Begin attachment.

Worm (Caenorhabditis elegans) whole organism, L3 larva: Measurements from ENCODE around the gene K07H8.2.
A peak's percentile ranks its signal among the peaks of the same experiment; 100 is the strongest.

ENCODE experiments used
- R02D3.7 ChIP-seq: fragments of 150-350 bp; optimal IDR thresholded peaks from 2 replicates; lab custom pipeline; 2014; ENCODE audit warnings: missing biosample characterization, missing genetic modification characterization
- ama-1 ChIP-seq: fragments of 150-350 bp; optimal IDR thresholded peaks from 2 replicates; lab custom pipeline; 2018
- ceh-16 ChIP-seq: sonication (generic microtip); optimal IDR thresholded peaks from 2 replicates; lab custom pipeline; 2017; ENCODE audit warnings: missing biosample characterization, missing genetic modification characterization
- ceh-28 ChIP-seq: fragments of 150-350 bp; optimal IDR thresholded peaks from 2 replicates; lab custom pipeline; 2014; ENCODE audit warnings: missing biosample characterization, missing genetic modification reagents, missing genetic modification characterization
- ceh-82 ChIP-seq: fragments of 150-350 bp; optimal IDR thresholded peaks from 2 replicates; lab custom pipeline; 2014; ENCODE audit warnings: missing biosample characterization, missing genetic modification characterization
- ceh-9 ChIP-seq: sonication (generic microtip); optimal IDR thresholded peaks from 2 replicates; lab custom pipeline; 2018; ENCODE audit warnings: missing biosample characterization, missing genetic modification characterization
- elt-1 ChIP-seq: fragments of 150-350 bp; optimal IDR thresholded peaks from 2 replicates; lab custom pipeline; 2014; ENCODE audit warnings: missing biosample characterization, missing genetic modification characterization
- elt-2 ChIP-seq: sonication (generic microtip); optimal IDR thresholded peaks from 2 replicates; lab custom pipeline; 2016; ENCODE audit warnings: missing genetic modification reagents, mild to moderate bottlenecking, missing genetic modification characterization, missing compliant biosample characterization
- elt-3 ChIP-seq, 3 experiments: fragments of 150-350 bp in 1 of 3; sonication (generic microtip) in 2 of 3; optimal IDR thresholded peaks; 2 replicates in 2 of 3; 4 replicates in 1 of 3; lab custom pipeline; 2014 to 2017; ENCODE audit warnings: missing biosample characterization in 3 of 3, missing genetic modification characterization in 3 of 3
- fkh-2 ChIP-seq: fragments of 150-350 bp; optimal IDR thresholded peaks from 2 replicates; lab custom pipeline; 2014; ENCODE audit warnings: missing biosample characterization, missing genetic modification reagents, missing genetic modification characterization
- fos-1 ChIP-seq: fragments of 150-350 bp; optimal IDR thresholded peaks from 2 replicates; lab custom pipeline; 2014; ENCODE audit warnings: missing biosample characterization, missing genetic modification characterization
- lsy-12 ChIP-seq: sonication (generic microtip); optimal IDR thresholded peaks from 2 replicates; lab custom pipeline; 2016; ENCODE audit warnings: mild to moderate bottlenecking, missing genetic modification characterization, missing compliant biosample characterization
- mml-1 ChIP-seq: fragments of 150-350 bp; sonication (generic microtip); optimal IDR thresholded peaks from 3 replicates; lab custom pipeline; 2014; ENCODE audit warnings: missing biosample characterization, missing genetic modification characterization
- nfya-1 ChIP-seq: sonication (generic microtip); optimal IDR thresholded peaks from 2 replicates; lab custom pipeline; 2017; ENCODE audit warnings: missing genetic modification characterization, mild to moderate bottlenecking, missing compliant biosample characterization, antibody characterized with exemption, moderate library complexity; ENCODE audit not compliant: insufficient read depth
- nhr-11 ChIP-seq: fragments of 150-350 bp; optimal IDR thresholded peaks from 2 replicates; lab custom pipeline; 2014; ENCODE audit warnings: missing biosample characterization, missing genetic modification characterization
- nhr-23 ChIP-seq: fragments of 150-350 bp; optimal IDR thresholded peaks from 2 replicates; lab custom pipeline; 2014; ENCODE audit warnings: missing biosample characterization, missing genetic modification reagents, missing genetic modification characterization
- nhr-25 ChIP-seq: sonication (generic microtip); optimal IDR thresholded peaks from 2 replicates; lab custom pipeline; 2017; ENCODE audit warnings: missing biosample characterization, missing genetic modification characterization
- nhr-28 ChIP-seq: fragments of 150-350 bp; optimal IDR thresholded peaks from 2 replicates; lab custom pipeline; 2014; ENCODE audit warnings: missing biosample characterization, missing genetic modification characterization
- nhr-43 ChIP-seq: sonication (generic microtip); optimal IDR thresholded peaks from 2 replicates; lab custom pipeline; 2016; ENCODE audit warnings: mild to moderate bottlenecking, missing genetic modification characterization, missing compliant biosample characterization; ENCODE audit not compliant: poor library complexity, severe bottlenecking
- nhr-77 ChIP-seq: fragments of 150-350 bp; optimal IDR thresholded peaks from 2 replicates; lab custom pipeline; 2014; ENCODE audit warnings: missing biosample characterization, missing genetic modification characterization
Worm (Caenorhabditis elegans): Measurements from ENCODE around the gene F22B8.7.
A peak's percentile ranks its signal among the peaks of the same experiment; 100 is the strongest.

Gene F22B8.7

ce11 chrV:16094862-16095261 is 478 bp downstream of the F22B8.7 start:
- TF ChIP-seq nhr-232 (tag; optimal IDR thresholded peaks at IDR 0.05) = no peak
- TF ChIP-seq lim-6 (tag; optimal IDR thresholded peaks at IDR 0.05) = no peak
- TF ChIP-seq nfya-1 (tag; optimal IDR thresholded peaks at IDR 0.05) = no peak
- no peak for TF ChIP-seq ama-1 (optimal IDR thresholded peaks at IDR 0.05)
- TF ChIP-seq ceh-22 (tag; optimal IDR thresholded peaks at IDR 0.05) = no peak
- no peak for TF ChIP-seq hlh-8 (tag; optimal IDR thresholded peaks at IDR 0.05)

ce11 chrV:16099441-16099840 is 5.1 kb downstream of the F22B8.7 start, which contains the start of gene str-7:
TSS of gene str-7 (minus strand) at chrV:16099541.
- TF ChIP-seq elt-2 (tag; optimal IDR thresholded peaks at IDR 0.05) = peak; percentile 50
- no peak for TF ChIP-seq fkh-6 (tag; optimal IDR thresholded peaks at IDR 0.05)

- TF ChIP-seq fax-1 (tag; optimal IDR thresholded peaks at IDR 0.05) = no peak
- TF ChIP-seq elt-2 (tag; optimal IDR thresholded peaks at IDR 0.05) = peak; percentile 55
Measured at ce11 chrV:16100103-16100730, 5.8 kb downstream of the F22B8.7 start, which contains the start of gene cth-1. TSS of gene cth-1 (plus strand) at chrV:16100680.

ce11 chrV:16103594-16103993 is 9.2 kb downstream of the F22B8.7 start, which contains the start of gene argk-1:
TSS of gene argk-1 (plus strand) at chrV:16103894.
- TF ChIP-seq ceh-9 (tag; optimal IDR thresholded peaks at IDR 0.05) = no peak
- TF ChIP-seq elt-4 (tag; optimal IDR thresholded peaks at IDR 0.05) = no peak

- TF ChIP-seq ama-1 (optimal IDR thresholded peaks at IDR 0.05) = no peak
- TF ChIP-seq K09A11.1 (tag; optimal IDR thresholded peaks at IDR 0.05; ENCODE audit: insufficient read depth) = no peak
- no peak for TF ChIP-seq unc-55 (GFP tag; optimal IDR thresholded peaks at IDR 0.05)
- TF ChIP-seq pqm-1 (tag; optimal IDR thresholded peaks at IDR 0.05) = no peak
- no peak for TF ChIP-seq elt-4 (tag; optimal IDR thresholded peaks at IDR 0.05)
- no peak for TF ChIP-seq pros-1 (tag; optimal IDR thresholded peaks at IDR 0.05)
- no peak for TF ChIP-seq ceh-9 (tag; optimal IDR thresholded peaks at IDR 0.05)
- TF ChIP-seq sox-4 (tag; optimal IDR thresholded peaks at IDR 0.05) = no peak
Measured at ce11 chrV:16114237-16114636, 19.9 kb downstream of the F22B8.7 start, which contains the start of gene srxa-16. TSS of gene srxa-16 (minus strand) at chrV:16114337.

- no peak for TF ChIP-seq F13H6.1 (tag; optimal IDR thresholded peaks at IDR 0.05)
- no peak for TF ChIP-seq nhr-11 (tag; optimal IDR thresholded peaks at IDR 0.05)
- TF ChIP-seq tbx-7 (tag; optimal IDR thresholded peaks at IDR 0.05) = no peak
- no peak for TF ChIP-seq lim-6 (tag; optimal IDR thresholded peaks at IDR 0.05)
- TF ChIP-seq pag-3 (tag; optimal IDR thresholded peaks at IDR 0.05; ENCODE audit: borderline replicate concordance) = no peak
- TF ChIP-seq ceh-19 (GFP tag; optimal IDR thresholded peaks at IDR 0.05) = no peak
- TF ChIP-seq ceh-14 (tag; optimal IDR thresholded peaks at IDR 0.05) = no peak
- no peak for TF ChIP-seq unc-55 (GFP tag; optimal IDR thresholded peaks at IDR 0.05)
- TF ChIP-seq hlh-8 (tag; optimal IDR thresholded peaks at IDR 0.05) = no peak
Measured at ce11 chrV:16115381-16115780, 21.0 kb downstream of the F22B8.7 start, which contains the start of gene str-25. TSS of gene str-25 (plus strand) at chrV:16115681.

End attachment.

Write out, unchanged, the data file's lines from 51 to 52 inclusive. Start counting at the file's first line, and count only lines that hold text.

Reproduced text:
- no peak for TF ChIP-seq ceh-9 (tag; optimal IDR thresholded peaks at IDR 0.05)
- TF ChIP-seq sox-4 (tag; optimal IDR thresholded peaks at IDR 0.05) = no peak